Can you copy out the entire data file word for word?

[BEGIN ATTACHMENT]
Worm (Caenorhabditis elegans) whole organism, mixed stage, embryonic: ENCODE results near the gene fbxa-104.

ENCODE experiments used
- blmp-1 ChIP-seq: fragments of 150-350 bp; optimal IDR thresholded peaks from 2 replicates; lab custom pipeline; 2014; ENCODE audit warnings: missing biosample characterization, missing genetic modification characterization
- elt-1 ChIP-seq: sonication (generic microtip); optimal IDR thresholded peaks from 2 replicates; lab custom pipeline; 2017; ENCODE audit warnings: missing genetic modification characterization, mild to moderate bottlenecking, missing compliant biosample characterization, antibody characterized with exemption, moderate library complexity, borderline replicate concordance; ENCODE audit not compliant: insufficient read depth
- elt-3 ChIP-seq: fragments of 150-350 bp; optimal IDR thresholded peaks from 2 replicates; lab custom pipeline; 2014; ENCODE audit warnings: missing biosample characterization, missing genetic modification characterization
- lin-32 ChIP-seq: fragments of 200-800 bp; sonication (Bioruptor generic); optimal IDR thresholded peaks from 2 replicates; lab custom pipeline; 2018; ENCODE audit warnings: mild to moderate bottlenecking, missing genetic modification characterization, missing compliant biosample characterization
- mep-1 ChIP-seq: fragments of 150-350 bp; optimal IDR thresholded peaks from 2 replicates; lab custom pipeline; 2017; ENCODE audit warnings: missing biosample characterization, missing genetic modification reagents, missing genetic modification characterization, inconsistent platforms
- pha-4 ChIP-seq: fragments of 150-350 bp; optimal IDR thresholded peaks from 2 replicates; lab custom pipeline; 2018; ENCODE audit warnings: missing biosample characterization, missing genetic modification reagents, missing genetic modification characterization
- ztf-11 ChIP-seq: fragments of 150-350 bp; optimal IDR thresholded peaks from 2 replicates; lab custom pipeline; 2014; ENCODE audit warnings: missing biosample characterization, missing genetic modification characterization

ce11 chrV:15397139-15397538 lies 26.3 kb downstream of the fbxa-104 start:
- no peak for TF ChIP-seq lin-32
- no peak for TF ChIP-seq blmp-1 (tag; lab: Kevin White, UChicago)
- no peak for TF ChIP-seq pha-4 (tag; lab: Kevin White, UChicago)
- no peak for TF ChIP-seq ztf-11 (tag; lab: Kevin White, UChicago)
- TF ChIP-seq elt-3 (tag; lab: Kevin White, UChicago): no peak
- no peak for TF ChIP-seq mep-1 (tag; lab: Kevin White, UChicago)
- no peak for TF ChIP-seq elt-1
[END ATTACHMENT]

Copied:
Worm (Caenorhabditis elegans) whole organism, mixed stage, embryonic: ENCODE results near the gene fbxa-104.

ENCODE experiments used
- blmp-1 ChIP-seq: fragments of 150-350 bp; optimal IDR thresholded peaks from 2 replicates; lab custom pipeline; 2014; ENCODE audit warnings: missing biosample characterization, missing genetic modification characterization
- elt-1 ChIP-seq: sonication (generic microtip); optimal IDR thresholded peaks from 2 replicates; lab custom pipeline; 2017; ENCODE audit warnings: missing genetic modification characterization, mild to moderate bottlenecking, missing compliant biosample characterization, antibody characterized with exemption, moderate library complexity, borderline replicate concordance; ENCODE audit not compliant: insufficient read depth
- elt-3 ChIP-seq: fragments of 150-350 bp; optimal IDR thresholded peaks from 2 replicates; lab custom pipeline; 2014; ENCODE audit warnings: missing biosample characterization, missing genetic modification characterization
- lin-32 ChIP-seq: fragments of 200-800 bp; sonication (Bioruptor generic); optimal IDR thresholded peaks from 2 replicates; lab custom pipeline; 2018; ENCODE audit warnings: mild to moderate bottlenecking, missing genetic modification characterization, missing compliant biosample characterization
- mep-1 ChIP-seq: fragments of 150-350 bp; optimal IDR thresholded peaks from 2 replicates; lab custom pipeline; 2017; ENCODE audit warnings: missing biosample characterization, missing genetic modification reagents, missing genetic modification characterization, inconsistent platforms
- pha-4 ChIP-seq: fragments of 150-350 bp; optimal IDR thresholded peaks from 2 replicates; lab custom pipeline; 2018; ENCODE audit warnings: missing biosample characterization, missing genetic modification reagents, missing genetic modification characterization
- ztf-11 ChIP-seq: fragments of 150-350 bp; optimal IDR thresholded peaks from 2 replicates; lab custom pipeline; 2014; ENCODE audit warnings: missing biosample characterization, missing genetic modification characterization

ce11 chrV:15397139-15397538 lies 26.3 kb downstream of the fbxa-104 start:
- no peak for TF ChIP-seq lin-32
- no peak for TF ChIP-seq blmp-1 (tag; lab: Kevin White, UChicago)
- no peak for TF ChIP-seq pha-4 (tag; lab: Kevin White, UChicago)
- no peak for TF ChIP-seq ztf-11 (tag; lab: Kevin White, UChicago)
- TF ChIP-seq elt-3 (tag; lab: Kevin White, UChicago): no peak
- no peak for TF ChIP-seq mep-1 (tag; lab: Kevin White, UChicago)
- no peak for TF ChIP-seq elt-1